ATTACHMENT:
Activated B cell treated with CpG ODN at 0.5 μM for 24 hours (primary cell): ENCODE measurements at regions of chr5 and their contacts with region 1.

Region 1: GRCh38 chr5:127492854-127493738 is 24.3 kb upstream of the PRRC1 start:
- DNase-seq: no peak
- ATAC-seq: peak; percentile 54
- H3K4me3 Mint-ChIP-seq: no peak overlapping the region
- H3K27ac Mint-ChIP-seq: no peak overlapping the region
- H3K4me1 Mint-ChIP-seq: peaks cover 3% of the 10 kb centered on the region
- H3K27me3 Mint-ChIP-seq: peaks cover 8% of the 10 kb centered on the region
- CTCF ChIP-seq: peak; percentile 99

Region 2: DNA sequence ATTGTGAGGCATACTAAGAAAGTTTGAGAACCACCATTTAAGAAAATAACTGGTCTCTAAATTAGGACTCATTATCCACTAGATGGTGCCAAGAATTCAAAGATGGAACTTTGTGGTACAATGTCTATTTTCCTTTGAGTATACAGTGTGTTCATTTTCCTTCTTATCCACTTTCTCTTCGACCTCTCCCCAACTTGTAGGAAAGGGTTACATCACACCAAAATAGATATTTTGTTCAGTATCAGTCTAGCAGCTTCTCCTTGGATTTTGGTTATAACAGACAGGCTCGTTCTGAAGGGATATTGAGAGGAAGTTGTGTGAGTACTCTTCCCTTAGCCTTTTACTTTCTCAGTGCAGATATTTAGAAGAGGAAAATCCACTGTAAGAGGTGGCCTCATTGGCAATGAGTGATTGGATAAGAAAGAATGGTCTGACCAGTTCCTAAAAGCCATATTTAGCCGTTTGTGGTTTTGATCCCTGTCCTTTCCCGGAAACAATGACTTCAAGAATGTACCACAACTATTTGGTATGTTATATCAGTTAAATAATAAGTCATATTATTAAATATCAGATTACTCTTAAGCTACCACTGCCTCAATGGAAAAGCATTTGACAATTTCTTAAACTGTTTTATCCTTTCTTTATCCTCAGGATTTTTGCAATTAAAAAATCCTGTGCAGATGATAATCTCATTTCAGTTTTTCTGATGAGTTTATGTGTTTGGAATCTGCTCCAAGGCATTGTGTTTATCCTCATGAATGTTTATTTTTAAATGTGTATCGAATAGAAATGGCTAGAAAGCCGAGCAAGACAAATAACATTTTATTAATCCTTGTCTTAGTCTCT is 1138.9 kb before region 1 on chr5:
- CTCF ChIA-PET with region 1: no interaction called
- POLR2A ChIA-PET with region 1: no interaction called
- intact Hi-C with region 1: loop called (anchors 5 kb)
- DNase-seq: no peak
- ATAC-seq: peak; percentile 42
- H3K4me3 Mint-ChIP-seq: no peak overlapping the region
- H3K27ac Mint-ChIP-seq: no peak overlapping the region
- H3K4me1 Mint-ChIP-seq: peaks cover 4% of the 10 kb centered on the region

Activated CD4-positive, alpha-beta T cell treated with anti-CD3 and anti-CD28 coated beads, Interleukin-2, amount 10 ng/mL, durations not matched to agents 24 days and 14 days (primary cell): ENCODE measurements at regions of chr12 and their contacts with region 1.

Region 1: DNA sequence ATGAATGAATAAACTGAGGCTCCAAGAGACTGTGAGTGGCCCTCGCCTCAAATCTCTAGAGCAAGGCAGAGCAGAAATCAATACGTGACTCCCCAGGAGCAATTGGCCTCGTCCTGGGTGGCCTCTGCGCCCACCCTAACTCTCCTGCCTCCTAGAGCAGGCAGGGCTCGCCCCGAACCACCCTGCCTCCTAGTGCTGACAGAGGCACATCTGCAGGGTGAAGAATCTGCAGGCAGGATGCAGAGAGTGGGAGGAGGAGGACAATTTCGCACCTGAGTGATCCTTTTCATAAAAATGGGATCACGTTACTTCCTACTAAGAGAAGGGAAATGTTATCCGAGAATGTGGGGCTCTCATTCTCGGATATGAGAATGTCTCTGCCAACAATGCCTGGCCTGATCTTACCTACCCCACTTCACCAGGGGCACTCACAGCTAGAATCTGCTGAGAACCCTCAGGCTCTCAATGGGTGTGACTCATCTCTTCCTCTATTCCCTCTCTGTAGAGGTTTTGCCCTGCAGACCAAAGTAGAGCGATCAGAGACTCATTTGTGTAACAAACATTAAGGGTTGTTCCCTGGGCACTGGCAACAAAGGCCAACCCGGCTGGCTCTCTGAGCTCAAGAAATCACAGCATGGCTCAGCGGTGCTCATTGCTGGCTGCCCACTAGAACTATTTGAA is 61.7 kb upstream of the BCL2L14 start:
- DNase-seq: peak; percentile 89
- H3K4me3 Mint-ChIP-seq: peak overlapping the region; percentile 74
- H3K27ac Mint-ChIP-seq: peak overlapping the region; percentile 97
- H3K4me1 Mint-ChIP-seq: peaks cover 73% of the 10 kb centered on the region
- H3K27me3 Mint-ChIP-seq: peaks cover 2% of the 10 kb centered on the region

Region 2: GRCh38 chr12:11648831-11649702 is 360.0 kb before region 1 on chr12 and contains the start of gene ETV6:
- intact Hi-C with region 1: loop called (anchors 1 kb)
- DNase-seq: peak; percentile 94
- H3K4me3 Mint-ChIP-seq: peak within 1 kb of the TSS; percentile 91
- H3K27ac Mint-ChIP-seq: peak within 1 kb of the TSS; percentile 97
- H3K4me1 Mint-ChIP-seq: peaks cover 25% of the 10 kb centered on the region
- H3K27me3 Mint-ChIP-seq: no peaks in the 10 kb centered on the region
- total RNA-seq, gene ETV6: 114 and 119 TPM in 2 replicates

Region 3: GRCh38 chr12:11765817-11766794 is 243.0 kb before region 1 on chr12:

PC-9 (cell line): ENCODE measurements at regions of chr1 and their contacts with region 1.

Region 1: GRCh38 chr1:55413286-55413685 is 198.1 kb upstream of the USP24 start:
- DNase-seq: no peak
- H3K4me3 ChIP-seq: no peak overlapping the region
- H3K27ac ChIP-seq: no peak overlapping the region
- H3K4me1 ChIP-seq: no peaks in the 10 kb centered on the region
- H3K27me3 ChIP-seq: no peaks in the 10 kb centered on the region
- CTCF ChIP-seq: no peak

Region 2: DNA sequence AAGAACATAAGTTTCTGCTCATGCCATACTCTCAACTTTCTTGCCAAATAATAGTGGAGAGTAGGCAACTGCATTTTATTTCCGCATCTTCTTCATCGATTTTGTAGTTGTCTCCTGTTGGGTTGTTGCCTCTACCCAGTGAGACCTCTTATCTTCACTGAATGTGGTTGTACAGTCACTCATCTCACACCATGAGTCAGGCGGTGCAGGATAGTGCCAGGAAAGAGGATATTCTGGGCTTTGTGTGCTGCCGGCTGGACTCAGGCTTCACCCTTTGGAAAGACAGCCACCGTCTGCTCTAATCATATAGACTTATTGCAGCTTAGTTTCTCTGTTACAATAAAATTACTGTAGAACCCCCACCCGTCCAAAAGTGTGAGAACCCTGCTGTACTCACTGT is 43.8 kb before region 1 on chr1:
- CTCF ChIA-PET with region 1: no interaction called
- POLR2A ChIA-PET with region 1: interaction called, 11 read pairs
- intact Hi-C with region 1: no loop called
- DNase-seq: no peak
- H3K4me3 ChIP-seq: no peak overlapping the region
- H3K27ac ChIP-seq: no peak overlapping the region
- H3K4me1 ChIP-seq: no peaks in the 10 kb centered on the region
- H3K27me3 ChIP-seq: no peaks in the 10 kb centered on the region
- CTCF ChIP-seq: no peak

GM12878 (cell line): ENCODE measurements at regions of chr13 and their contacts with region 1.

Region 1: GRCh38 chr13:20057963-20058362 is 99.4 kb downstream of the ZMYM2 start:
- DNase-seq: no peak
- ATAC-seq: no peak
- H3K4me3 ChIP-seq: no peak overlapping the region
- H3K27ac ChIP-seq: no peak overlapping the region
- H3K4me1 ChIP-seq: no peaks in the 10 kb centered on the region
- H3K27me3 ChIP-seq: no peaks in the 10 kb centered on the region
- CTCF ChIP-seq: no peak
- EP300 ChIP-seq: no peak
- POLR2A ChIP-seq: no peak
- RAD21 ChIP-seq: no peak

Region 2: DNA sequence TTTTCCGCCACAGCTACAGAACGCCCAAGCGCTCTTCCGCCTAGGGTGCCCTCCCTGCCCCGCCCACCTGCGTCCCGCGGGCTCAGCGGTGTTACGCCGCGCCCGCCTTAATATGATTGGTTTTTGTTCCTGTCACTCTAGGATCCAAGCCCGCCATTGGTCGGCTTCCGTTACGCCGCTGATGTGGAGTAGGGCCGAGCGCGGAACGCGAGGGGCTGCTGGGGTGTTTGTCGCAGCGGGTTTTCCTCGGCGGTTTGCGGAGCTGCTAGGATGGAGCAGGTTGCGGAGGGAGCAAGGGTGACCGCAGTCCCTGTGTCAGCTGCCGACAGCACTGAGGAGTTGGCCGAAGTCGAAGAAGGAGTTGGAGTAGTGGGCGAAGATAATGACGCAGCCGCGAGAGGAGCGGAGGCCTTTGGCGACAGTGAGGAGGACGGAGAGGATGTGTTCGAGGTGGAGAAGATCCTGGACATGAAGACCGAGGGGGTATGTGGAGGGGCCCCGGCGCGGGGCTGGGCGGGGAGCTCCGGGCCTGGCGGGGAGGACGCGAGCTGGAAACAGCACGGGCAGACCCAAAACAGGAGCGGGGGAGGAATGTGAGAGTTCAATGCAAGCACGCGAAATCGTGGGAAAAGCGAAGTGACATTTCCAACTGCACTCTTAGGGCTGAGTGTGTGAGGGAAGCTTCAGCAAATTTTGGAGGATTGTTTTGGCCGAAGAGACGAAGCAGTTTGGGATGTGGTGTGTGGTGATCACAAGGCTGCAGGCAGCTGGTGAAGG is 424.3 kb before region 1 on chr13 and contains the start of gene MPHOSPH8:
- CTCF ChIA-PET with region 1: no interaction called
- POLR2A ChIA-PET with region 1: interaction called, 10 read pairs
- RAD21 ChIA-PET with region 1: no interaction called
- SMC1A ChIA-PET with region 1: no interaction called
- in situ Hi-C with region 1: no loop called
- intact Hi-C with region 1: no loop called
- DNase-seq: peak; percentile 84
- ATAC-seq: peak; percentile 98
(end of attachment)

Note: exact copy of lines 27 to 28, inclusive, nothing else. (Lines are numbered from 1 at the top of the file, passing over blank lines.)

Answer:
- intact Hi-C with region 1: loop called (anchors 1 kb)
- DNase-seq: peak; percentile 94